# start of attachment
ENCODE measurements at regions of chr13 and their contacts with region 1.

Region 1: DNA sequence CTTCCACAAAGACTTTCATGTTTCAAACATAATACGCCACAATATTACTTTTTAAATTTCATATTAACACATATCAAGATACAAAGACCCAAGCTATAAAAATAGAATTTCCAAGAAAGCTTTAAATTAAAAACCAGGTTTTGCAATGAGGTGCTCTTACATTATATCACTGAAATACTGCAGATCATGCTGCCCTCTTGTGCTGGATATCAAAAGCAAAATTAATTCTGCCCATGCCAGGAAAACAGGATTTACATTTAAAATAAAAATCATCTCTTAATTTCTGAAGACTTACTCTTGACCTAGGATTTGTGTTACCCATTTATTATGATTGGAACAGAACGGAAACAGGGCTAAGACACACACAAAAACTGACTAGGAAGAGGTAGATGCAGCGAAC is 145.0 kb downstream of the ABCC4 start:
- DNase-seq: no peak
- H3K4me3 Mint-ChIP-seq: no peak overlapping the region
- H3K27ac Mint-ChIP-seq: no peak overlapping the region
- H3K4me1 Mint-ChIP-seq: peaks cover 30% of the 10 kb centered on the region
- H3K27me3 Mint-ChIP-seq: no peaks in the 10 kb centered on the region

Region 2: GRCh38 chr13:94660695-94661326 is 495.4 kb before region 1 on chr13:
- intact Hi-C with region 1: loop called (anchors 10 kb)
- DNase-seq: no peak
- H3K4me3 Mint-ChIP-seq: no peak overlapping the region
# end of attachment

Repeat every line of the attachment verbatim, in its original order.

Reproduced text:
ENCODE measurements at regions of chr13 and their contacts with region 1.

Region 1: DNA sequence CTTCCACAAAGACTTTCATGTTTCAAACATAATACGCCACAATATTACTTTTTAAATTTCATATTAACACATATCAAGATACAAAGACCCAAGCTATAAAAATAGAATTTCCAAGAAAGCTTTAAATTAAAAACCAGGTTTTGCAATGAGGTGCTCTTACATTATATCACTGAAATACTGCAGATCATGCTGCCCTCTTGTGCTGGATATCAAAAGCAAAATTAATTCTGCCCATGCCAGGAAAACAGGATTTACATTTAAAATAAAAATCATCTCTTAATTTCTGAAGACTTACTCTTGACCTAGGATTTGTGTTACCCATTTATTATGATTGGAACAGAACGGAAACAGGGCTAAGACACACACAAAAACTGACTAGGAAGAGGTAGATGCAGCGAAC is 145.0 kb downstream of the ABCC4 start:
- DNase-seq: no peak
- H3K4me3 Mint-ChIP-seq: no peak overlapping the region
- H3K27ac Mint-ChIP-seq: no peak overlapping the region
- H3K4me1 Mint-ChIP-seq: peaks cover 30% of the 10 kb centered on the region
- H3K27me3 Mint-ChIP-seq: no peaks in the 10 kb centered on the region

Region 2: GRCh38 chr13:94660695-94661326 is 495.4 kb before region 1 on chr13:
- intact Hi-C with region 1: loop called (anchors 10 kb)
- DNase-seq: no peak
- H3K4me3 Mint-ChIP-seq: no peak overlapping the region